India’s Supreme Court has offered to set up a mediation panel to end a three-week protest by tens of thousands of farmers demanding the repeal of new agricultural laws that they say will drive down crop prices and devastate their earnings.
The court on Wednesday sent notices to the government and the farmers’ representatives across the country seeking their views on the proposal and set Thursday for a possible decision.
The farmers have been blocking half a dozen major highways on the outskirts of New Delhi for three weeks and say they won’t leave until the government quashes what they call the “black laws” passed by the parliament in September.
Chief Justice SA Bobde and Justices AS Bopanna and V Ramasubramanian made the offer to set up the panel after five rounds of talks between the government and farmers failed to end the impasse.
“Your negotiations with protesting farmers have not worked apparently until now,” the Press Trust of India news agency cited the judges as telling government lawyer, Tushar Mehta.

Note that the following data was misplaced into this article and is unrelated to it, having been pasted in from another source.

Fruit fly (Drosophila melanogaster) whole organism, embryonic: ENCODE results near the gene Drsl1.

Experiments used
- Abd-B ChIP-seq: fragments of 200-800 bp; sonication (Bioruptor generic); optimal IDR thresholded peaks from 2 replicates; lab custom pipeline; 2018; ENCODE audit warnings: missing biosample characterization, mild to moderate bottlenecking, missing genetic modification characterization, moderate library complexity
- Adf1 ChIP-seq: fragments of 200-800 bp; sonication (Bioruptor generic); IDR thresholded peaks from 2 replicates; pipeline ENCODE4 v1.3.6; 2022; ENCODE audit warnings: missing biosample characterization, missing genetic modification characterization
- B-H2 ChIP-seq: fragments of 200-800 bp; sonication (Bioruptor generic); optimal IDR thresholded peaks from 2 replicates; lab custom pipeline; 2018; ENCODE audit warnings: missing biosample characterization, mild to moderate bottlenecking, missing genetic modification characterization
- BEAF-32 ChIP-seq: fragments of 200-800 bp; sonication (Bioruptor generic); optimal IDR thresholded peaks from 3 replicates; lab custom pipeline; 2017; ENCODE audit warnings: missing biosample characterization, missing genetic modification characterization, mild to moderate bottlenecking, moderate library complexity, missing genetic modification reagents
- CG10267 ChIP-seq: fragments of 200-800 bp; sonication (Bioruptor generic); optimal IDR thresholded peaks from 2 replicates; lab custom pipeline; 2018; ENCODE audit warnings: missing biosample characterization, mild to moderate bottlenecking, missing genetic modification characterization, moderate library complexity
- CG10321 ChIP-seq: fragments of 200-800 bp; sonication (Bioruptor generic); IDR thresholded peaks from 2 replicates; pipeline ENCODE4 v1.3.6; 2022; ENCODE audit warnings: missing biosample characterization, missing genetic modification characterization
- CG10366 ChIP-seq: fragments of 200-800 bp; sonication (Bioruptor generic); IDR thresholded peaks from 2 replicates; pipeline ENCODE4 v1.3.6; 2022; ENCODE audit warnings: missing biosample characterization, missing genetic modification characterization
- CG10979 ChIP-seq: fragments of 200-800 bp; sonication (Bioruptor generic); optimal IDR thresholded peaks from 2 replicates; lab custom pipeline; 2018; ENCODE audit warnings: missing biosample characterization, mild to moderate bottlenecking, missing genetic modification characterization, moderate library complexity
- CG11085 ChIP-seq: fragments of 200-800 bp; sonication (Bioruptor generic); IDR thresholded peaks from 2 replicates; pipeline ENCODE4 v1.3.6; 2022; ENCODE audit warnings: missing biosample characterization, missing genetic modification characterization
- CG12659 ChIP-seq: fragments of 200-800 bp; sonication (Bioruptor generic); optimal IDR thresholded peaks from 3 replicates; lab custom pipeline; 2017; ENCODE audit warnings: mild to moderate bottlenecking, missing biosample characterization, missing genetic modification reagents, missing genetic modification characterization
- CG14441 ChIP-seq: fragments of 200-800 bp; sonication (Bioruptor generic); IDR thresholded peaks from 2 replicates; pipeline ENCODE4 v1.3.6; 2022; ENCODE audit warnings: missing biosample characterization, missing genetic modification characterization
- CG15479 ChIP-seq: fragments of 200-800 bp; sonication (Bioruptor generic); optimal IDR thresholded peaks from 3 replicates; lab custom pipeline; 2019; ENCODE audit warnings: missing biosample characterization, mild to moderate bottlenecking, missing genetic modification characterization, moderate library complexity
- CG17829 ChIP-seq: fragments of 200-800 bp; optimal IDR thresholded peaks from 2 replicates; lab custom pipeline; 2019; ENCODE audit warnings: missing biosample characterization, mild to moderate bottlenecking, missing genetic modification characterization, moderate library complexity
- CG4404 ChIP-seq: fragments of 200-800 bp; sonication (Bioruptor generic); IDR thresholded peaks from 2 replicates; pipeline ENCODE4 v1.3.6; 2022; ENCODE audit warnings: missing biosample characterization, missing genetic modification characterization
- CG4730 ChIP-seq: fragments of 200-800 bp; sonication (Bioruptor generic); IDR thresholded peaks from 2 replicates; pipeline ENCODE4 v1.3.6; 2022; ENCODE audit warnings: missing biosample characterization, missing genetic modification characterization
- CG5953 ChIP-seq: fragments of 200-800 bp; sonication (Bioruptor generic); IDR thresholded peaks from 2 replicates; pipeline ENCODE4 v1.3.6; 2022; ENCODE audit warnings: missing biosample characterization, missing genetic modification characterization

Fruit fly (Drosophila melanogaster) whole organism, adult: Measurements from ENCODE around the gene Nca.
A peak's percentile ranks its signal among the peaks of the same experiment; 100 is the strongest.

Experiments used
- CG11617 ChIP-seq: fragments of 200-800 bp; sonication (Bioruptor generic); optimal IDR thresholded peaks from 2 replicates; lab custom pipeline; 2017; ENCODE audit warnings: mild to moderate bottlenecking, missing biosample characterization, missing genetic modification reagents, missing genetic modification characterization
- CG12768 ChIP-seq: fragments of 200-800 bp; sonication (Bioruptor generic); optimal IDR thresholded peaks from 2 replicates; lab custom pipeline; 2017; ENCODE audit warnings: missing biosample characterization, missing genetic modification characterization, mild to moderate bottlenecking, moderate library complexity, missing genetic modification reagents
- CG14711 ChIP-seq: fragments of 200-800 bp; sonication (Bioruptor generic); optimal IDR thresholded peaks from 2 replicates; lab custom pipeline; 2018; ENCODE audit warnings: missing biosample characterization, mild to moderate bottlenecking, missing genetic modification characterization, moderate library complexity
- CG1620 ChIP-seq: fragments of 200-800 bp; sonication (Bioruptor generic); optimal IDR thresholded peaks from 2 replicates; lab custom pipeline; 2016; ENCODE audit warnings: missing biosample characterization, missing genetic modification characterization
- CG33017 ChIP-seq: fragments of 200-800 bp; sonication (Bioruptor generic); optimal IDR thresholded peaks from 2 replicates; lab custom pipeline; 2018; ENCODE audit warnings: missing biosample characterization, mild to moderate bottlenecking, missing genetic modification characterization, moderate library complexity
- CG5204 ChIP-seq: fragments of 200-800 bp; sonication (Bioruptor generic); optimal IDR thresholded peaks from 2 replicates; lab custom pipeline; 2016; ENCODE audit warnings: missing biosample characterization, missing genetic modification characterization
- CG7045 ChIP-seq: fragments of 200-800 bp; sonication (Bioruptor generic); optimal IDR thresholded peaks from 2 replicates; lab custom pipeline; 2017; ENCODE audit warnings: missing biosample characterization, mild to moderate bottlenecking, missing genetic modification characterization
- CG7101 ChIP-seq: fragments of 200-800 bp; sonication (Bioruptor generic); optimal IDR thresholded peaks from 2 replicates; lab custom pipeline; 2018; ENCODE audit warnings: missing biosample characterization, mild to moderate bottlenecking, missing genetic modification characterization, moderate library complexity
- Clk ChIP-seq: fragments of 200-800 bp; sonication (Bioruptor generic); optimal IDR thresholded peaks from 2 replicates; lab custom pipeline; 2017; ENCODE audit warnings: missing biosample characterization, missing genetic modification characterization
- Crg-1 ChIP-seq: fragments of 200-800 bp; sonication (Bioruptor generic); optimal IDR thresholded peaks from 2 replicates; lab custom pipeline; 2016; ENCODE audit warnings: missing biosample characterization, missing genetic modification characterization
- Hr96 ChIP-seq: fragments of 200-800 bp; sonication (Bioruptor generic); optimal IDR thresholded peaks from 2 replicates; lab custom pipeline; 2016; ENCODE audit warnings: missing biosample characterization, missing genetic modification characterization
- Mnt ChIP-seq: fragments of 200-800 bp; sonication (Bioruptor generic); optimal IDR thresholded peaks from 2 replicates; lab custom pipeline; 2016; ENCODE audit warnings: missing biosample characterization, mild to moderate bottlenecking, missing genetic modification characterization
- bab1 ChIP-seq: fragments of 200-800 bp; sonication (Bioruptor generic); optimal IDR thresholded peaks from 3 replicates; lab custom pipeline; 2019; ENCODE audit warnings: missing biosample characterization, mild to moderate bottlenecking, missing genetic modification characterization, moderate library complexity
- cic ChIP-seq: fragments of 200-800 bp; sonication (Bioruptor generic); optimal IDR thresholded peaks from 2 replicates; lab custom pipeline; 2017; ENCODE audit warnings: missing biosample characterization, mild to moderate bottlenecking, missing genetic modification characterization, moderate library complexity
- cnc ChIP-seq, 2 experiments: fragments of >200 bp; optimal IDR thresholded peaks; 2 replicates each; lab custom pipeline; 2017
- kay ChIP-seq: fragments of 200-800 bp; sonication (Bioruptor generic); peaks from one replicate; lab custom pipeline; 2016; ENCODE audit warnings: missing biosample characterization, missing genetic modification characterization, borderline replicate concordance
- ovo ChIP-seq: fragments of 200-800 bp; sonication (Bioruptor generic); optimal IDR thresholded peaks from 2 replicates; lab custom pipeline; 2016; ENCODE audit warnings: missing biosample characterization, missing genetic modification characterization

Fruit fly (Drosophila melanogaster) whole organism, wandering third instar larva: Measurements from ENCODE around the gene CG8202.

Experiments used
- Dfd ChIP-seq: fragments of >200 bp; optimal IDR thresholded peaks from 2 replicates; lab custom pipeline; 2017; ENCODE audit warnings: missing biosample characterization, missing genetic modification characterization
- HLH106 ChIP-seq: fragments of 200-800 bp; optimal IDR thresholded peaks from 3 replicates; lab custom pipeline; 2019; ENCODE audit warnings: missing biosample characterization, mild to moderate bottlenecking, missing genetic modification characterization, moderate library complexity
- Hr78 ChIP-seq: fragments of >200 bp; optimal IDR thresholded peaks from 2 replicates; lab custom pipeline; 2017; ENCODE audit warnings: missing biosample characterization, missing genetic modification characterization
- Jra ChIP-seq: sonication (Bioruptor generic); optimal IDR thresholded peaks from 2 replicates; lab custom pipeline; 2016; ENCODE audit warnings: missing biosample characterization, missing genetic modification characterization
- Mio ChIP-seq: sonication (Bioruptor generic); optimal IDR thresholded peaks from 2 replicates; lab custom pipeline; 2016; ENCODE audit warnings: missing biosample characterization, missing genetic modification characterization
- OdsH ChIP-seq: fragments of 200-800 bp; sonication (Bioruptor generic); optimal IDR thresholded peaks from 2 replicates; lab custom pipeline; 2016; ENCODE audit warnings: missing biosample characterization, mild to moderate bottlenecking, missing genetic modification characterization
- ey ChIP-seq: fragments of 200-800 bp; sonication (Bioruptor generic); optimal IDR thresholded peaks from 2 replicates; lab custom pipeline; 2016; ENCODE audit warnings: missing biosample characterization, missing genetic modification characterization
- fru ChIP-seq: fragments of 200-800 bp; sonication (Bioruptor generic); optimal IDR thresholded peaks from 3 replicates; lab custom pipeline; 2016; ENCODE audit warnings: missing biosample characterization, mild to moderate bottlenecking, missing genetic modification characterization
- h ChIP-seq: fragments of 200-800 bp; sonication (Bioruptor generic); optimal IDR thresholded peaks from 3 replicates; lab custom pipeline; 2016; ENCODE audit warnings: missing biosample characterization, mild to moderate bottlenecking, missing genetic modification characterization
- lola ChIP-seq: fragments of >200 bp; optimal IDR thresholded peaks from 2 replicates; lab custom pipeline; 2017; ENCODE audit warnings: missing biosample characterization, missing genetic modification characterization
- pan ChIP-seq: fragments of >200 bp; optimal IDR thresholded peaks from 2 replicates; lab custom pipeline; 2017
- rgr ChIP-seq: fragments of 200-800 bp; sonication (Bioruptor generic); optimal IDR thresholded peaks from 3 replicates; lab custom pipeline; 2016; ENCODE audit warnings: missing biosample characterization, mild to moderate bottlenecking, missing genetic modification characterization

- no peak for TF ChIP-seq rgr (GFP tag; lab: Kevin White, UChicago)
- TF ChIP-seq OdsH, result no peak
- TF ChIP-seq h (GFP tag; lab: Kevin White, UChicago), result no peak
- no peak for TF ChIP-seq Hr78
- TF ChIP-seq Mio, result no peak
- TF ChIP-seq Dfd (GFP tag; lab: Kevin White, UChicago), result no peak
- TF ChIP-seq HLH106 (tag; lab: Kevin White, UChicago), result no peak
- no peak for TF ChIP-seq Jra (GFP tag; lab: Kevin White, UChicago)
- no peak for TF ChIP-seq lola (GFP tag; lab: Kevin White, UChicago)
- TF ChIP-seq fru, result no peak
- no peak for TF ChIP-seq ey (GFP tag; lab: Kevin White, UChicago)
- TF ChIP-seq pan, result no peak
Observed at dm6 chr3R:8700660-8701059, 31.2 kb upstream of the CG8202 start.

Apart from blocking the movement of people, the large-scale protests have dealt a blow to manufacturing and business in northern India.
The farmers say the laws will lead to the cartelisation and commercialisation of agriculture and make farmers vulnerable to corporate greed.
They fear the government will stop buying grain at minimum guaranteed prices and corporations will then push prices down.
The government says it is willing to pledge that guaranteed prices will continue. The protest leaders have rejected the government’s offer to amend some contentious provisions of the laws.
Nearly 60 percent of the Indian population depend on agriculture for their livelihoods.
Prime Minister Narendra Modi’s government insists the new laws will benefit farmers. It says they will allow farmers to market their produce and boost production through private investment.
On Friday, a farmers’ group filed a petition with the Supreme Court seeking the repeal of the three laws.
The Bharatiya Kisan Union, or Indian Farmers’ Union, argued that the laws were arbitrary because they were enacted without proper consultations with the stakeholders.